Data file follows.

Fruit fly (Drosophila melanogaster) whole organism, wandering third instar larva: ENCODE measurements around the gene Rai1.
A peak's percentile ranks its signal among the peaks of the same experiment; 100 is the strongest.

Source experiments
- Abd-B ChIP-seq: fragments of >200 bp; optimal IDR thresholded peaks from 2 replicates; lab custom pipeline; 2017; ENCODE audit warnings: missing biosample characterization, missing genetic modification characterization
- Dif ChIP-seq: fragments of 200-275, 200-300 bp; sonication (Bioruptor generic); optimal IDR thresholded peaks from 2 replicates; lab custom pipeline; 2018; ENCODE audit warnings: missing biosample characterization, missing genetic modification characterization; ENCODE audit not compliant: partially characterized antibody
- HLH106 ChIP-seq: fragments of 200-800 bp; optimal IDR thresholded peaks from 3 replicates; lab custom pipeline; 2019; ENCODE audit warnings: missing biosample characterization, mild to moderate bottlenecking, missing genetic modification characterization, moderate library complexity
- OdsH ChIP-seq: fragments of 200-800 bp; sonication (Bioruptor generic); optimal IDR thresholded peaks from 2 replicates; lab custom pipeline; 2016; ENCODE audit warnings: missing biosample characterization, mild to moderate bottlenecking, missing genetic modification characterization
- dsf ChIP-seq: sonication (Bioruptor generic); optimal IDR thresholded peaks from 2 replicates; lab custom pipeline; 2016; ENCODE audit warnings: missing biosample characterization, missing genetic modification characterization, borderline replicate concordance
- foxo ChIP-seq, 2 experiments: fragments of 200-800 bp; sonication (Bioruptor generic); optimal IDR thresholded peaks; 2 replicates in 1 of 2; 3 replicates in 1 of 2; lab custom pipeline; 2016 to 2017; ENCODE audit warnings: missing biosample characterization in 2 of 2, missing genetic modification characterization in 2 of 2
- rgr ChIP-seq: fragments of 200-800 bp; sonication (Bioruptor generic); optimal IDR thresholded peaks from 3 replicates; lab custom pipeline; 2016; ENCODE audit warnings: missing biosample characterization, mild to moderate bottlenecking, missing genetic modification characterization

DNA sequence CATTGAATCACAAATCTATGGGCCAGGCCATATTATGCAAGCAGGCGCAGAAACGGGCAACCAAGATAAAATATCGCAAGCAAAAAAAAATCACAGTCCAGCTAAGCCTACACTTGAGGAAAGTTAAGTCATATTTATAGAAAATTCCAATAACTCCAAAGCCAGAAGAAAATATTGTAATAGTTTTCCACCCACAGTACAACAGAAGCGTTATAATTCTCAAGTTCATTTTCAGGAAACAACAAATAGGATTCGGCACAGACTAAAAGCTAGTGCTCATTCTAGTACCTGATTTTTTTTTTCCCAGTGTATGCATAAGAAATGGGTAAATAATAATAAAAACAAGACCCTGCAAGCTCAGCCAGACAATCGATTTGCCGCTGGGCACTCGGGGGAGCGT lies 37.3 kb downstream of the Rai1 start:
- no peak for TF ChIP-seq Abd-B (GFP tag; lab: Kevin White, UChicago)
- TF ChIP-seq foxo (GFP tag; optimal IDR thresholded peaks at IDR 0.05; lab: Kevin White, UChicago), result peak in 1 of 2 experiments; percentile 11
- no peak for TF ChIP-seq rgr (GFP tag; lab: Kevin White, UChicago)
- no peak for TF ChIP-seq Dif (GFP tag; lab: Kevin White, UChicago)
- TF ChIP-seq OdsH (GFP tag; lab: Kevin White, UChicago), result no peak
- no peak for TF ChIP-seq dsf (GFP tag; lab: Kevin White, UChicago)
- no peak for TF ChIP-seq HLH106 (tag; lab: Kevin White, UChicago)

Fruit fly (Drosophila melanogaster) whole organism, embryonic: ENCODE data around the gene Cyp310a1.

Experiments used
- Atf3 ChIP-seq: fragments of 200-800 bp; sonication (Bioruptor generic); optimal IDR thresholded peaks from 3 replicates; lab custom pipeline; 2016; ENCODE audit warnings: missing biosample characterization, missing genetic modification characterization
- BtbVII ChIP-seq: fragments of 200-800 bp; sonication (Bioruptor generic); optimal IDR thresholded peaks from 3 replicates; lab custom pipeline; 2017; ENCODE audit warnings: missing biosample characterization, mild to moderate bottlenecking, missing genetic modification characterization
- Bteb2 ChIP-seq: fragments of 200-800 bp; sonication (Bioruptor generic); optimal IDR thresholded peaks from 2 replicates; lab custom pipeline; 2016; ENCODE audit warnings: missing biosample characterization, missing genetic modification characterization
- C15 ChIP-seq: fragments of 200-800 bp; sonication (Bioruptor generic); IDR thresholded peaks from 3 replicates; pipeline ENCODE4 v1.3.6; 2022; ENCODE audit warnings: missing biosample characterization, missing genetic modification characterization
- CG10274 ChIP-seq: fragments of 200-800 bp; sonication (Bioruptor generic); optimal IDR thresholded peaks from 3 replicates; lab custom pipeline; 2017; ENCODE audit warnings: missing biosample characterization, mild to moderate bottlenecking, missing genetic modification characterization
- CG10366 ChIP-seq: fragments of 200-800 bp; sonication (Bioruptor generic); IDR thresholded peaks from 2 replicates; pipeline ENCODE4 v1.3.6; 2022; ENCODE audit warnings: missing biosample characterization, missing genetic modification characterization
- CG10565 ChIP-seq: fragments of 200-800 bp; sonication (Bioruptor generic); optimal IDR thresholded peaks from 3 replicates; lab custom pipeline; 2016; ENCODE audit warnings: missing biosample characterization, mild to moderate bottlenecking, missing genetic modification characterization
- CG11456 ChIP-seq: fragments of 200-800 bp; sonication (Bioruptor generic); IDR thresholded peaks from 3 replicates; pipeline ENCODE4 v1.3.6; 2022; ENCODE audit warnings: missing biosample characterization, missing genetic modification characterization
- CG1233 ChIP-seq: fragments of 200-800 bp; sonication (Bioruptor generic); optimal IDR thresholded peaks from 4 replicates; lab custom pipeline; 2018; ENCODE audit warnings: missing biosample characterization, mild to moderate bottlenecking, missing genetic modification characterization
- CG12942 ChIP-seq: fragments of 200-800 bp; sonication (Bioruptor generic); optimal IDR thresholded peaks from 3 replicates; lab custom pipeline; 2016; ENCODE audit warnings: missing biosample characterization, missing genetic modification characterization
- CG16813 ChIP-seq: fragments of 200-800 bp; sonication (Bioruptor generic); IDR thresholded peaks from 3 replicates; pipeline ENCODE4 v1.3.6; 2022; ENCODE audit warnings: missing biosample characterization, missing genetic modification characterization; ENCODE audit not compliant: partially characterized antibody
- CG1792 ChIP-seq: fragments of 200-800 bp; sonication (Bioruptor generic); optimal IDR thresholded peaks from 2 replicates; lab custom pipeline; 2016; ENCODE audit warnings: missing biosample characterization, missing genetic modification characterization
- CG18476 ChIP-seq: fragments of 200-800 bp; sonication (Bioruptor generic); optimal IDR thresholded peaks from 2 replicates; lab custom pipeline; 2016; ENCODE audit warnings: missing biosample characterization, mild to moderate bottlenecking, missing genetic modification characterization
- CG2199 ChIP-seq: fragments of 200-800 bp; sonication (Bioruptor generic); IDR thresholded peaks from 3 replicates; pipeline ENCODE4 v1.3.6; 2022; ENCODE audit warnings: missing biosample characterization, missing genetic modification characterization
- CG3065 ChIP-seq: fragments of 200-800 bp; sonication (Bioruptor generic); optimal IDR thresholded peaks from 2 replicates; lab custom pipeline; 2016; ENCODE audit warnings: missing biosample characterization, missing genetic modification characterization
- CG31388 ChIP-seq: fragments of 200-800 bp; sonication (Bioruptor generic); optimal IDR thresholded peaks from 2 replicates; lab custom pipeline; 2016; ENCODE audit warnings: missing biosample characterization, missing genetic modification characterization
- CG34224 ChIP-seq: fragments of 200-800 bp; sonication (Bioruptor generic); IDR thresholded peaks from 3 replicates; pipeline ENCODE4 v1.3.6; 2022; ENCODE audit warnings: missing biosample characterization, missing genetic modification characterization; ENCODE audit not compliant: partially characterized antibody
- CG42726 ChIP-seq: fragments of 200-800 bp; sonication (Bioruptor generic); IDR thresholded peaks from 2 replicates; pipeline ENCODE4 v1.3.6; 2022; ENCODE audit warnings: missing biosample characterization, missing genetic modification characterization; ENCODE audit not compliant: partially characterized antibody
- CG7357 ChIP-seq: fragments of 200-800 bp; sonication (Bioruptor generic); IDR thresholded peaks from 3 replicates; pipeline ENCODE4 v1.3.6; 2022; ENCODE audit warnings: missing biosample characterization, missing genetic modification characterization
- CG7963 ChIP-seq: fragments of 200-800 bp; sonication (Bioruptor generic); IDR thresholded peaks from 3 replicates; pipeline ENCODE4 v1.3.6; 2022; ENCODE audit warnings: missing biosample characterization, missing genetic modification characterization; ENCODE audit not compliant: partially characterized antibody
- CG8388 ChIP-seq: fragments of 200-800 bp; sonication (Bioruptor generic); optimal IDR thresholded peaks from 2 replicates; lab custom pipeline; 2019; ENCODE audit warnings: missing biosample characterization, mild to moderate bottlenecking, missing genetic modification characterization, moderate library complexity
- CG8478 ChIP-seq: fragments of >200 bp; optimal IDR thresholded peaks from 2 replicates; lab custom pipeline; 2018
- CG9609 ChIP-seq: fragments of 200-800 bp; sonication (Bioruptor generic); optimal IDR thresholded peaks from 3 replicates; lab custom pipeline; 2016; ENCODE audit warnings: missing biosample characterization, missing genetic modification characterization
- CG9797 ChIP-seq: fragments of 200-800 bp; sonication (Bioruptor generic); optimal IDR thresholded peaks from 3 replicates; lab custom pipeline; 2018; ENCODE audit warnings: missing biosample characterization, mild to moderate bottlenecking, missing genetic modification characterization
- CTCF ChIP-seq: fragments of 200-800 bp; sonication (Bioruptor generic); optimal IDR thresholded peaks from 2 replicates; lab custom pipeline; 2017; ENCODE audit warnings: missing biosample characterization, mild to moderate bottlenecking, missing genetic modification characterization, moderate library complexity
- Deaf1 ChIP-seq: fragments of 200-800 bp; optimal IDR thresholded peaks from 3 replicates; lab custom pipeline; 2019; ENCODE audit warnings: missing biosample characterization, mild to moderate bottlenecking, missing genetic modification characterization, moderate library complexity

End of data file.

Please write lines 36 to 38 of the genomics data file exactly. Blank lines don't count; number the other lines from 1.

- CG31388 ChIP-seq: fragments of 200-800 bp; sonication (Bioruptor generic); optimal IDR thresholded peaks from 2 replicates; lab custom pipeline; 2016; ENCODE audit warnings: missing biosample characterization, missing genetic modification characterization
- CG34224 ChIP-seq: fragments of 200-800 bp; sonication (Bioruptor generic); IDR thresholded peaks from 3 replicates; pipeline ENCODE4 v1.3.6; 2022; ENCODE audit warnings: missing biosample characterization, missing genetic modification characterization; ENCODE audit not compliant: partially characterized antibody
- CG42726 ChIP-seq: fragments of 200-800 bp; sonication (Bioruptor generic); IDR thresholded peaks from 2 replicates; pipeline ENCODE4 v1.3.6; 2022; ENCODE audit warnings: missing biosample characterization, missing genetic modification characterization; ENCODE audit not compliant: partially characterized antibody